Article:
Lisbon Beaches Guide

Trip Planner and Travel Advice
Lisbon beach

Europe's westernmost beaches are located by the continent’s sunniest capital. Lisbon’s abundant sunshine, mild temperatures and long stretches of sand make it one of Europe's most blessed cities and a unique tourist destination, combining urban pleasures with fun by the sea. Facing the Atlantic, it’s the European capital closest to sandy beaches, with a varied and beautiful coastline. Most of it flies the Blue Flag, indicating cleanliness and water quality, and it’s also one of Europe's major surfing destinations. You can head west to the resort towns of Cascais and Estoril, or south to the Caparica coast, and there is always a spot for you.
When in Lisbon, a trip to the beach always enhances your city break or holiday experience.


Lisbon Beaches Highlights


  • - Surfing and swimming on Europe’s westernmost coast

  • - Sandy beaches surrounded by natural beauty

  • - Unique resort experience by urban attractions of a European capital


The Lisbon Coastlines


Lisbon doesn’t have one coastline, or two, or even there, it has four very different coastlines! There’s the coast along the Cascais train line, which faces south and passes by the suburbs of Oeiras and Estoril; the coast of the Sintra mountain range which faces west, the Caparica coast to the south, and the coast of the protected Arrábida Nature Park.

The Cascais coastline extends to the west of Lisbon and is the easiest to reach (by a regular train service). It’s therefore the most popular with tourists (especially families and couples), and has some beautiful sandy beaches with calm waters, good facilities, and excellent hotels by the sea. The historic center of Cascais, which is the last stop of the train, is quite an attractive and cosmopolitan destination for a day at the beach or a beach-based vacation.

The coastline below the Sintra mountain range is found to the north of Cascais, and is a wilder and coast. Public transportation to the beaches is rather infrequent, so it attracts few tourists. Those who plan carefully or who choose to rent a car, however, are rewarded with a dramatic natural landscape made up of white sand nestled between towering cliffs and rugged rock formations. It tends to be windy and therefore cooler, but the powerful waves attract surfers. Nearby is Cabo da Roca, a promontory that’s the westernmost point of the European continent.

The Caparica coastline lies to the south of Lisbon, and is one continuous 15km- (nearly 10 mile-) stretch of golden sand. It’s really one long beach, but divided into different sections, each with its own atmosphere and type of crowds. It’s also a trendy place to be on summer nights, thanks to the beach bars. Buses connect Lisbon to the town of Costa de Caparica, and during bathing season there’s a small tourist train that runs down the coast from the town, stopping at several beaches. Despite the transportation links, it’s still better reached by car, and there are few places to stay, so it mostly attracts locals.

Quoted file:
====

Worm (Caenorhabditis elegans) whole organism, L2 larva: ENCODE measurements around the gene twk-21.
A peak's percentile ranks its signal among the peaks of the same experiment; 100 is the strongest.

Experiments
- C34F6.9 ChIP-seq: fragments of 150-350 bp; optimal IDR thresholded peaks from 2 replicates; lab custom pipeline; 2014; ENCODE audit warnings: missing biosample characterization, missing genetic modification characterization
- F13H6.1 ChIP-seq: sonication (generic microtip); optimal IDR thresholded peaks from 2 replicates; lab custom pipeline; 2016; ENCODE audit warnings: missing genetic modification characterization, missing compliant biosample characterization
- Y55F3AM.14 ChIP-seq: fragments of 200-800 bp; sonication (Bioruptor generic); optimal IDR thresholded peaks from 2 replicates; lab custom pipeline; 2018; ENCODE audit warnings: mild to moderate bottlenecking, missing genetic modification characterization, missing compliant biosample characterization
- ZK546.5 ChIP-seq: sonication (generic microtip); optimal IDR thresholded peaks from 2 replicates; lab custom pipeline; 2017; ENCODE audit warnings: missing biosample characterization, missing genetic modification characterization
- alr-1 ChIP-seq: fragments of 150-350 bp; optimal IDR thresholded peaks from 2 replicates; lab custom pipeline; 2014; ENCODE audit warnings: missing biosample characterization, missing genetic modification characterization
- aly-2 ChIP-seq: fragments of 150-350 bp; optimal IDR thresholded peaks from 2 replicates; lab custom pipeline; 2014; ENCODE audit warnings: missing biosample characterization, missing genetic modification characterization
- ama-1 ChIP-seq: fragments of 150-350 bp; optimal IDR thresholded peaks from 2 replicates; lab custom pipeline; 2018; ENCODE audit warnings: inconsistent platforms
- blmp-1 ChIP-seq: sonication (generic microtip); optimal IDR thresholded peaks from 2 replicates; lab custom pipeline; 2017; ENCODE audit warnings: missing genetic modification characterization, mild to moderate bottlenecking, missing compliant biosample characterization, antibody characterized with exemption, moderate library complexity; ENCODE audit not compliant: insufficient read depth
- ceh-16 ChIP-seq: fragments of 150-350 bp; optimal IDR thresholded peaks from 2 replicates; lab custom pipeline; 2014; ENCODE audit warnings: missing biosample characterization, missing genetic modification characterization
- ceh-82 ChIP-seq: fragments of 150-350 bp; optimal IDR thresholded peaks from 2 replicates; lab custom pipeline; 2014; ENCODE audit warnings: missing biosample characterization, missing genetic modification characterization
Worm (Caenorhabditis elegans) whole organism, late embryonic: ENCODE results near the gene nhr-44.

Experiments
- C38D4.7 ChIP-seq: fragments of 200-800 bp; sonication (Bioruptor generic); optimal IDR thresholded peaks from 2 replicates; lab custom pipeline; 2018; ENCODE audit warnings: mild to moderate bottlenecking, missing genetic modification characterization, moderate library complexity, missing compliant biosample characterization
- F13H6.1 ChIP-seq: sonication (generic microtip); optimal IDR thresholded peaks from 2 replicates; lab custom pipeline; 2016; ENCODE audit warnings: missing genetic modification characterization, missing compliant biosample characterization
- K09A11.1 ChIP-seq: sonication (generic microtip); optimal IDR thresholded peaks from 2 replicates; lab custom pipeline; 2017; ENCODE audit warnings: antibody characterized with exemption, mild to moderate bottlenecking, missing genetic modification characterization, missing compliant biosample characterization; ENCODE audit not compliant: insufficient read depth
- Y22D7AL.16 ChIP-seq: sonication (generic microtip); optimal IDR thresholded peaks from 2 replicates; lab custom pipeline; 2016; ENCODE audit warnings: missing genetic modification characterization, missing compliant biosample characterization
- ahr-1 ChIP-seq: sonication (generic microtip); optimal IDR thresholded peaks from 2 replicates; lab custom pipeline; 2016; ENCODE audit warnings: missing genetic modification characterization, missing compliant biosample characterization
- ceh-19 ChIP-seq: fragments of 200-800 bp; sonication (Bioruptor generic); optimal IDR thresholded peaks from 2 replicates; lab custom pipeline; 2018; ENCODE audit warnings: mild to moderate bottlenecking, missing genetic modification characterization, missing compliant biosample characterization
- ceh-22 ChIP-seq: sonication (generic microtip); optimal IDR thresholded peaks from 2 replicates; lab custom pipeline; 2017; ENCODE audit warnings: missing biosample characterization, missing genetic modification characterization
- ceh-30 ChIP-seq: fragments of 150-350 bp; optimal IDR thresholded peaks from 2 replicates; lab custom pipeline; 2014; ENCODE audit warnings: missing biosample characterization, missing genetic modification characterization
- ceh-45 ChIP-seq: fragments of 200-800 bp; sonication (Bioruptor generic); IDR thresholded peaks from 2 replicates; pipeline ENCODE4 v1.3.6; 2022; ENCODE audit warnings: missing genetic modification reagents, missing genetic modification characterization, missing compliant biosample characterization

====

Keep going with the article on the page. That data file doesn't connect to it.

Still part of the Lisbon region, the romantic Arrábida coastline (further south by the city of Setúbal) has some of the most beautiful beaches in Portugal. Surrounded by the lush hills of the Arrábida Nature Park, it has calm, crystal-clear waters and soft golden sand. It’s a protected area, so there’s no public transportation. You’ll need a car, but if you want pristine beaches of great natural beauty and secluded spots, it’s worth the 45-minute drive from central Lisbon. Immediately to the south is the Troia peninsula, which, although no longer part of the Lisbon region, is easy enough to reach if you have a car.


The Fortresses on the Lisbon Coast


Fort on Carcavelos beach

Once you pass Belém (the last Lisbon neighborhood before the seaside suburbs), you see a number of fortresses along the coast. They mostly date from the 1600s, and were built to protect Lisbon from “unwelcome visitors,” as the Portuguese capital received spices and gold from its colonies in Asia and Brazil. The oldest fortress dates back to 1553, and is found in Oeiras, but the others are from between 1647 and 1679. Some of these military constructions also served as residences, but are now mainly landmarks on some of Lisbon’s most popular beaches. Sadly, only a few have been restored and are in use (as official residences or as a hotel, as is the case of the Guincho fort). Most are closed and in a state of disrepair. The last cannon was fired in 1998, as a symbolic act to mark the end of the military function of these constructions.